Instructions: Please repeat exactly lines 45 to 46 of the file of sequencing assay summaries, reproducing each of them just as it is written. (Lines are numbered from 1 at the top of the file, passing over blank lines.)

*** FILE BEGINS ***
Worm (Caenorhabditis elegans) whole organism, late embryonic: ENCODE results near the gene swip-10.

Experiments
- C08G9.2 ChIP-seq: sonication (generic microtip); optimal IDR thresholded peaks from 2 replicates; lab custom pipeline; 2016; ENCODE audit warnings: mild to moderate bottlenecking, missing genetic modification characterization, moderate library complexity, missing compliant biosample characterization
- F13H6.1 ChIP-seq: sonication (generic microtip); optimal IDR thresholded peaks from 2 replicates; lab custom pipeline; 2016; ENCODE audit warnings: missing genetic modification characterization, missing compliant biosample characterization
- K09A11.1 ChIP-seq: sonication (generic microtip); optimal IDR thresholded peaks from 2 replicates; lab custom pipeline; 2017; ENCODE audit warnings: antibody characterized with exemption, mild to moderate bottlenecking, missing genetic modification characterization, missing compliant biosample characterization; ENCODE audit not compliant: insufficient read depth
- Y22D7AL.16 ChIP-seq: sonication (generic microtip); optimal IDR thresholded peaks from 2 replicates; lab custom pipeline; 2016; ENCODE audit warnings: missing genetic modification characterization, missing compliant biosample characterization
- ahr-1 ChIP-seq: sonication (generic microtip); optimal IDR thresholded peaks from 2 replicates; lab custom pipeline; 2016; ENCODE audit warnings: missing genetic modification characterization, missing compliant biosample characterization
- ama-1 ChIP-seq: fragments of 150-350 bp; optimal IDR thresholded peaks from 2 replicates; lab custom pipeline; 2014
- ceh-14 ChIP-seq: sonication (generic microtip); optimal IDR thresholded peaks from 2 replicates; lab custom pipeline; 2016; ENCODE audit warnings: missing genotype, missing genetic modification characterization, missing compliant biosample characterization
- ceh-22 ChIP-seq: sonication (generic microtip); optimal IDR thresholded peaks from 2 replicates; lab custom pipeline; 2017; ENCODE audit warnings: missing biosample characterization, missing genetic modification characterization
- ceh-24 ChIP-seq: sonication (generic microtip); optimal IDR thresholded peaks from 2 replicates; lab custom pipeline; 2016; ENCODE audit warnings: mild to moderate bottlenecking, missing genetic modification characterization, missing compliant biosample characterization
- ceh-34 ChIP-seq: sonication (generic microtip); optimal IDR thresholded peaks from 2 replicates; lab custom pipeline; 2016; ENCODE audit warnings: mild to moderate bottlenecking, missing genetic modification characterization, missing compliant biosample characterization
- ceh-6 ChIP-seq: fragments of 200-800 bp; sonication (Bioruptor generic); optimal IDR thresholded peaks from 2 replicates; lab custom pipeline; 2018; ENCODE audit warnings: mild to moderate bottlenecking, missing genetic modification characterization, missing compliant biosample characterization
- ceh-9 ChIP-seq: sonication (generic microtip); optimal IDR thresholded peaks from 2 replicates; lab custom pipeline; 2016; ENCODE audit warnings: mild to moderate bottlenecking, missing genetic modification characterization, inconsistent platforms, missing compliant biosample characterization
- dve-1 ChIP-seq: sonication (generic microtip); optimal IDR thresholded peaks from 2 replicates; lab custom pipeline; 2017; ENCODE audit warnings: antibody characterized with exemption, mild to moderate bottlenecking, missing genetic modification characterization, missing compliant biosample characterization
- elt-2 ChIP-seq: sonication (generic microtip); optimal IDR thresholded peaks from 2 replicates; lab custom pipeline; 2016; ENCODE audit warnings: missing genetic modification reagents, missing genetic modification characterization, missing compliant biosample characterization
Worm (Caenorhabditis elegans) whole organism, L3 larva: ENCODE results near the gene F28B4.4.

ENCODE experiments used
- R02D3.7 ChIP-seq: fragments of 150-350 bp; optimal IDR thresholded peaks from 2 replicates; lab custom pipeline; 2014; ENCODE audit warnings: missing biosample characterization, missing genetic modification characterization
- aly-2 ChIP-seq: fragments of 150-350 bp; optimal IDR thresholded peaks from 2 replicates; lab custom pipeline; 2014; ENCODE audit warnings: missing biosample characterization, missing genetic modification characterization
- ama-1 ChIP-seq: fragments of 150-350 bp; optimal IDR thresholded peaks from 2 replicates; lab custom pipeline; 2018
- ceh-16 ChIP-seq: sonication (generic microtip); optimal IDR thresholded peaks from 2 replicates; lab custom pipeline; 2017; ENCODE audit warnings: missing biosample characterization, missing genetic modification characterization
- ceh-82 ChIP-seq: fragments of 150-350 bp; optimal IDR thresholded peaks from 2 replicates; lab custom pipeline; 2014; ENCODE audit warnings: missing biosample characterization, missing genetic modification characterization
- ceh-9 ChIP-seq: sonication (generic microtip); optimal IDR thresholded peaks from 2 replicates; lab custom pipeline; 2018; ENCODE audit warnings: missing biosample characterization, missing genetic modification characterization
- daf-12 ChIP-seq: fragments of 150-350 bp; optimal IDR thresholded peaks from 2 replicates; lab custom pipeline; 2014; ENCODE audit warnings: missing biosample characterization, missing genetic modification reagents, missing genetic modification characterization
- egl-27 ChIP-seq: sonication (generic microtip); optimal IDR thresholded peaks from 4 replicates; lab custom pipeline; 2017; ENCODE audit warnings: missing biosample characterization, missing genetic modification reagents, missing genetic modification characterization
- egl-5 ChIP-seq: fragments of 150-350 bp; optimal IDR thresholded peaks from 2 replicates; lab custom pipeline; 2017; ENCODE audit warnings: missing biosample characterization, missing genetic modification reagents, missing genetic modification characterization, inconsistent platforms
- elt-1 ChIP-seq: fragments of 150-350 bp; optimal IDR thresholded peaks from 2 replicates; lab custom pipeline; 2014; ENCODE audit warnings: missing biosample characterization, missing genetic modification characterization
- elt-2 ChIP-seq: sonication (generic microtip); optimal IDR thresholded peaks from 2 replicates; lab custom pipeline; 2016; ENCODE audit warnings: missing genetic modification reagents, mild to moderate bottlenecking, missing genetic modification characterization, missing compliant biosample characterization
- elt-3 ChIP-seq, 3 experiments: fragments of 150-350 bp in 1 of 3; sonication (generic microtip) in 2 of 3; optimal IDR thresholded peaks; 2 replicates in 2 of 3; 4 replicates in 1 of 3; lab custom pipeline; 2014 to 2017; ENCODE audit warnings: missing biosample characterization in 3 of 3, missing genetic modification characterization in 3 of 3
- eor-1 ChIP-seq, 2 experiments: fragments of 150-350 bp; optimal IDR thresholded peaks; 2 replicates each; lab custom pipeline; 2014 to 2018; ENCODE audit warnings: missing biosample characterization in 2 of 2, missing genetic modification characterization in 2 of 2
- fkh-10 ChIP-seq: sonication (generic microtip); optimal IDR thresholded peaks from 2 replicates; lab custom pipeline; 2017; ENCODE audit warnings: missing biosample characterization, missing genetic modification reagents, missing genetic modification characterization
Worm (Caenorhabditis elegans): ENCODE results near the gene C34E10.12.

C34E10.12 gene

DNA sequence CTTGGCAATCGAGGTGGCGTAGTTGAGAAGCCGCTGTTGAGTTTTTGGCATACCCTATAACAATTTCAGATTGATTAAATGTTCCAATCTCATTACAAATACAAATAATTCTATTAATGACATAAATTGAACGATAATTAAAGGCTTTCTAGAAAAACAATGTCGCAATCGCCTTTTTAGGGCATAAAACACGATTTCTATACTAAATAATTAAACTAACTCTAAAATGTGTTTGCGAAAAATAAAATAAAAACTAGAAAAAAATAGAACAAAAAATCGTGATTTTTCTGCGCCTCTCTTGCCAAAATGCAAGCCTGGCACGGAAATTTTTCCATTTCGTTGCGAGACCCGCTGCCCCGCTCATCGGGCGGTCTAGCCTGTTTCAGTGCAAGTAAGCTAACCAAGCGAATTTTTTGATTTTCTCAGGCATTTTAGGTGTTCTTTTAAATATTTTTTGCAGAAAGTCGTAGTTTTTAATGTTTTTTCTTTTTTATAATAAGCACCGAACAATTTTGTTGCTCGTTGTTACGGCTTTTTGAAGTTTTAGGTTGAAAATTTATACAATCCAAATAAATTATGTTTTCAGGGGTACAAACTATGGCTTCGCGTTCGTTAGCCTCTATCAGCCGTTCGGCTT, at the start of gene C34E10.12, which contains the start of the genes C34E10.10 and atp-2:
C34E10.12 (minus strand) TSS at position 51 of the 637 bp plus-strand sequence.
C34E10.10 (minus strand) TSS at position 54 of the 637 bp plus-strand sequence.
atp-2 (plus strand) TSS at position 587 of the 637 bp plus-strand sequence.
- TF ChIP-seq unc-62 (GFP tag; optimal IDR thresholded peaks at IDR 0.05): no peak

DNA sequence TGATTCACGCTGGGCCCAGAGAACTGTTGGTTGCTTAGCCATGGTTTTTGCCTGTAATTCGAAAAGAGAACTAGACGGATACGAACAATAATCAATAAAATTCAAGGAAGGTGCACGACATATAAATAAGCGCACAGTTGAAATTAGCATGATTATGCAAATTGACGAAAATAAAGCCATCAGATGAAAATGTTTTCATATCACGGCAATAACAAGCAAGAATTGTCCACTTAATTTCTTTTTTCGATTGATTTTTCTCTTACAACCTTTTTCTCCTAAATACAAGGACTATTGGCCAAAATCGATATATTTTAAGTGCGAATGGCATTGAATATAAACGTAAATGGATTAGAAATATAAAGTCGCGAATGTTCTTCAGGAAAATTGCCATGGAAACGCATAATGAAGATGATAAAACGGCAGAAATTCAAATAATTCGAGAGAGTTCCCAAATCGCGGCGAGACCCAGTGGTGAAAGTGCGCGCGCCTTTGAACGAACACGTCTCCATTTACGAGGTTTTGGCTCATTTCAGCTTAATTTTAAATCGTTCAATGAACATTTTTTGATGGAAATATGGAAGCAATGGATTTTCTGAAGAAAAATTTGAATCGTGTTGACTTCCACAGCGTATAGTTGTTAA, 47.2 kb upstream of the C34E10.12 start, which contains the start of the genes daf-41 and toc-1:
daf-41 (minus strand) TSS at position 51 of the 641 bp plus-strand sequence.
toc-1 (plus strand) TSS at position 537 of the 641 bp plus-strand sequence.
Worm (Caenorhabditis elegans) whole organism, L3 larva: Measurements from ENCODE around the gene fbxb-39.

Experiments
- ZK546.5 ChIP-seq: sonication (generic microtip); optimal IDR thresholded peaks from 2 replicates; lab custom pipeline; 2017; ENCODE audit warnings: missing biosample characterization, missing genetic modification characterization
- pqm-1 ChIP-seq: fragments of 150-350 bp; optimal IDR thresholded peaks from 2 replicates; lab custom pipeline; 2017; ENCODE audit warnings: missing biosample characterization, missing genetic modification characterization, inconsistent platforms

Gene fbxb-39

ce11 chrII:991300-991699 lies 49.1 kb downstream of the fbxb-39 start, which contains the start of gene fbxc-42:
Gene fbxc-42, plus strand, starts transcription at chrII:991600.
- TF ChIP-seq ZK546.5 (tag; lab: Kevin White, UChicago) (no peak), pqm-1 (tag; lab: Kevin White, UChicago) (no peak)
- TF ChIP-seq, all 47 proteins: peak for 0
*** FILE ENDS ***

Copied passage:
- ZK546.5 ChIP-seq: sonication (generic microtip); optimal IDR thresholded peaks from 2 replicates; lab custom pipeline; 2017; ENCODE audit warnings: missing biosample characterization, missing genetic modification characterization
- pqm-1 ChIP-seq: fragments of 150-350 bp; optimal IDR thresholded peaks from 2 replicates; lab custom pipeline; 2017; ENCODE audit warnings: missing biosample characterization, missing genetic modification characterization, inconsistent platforms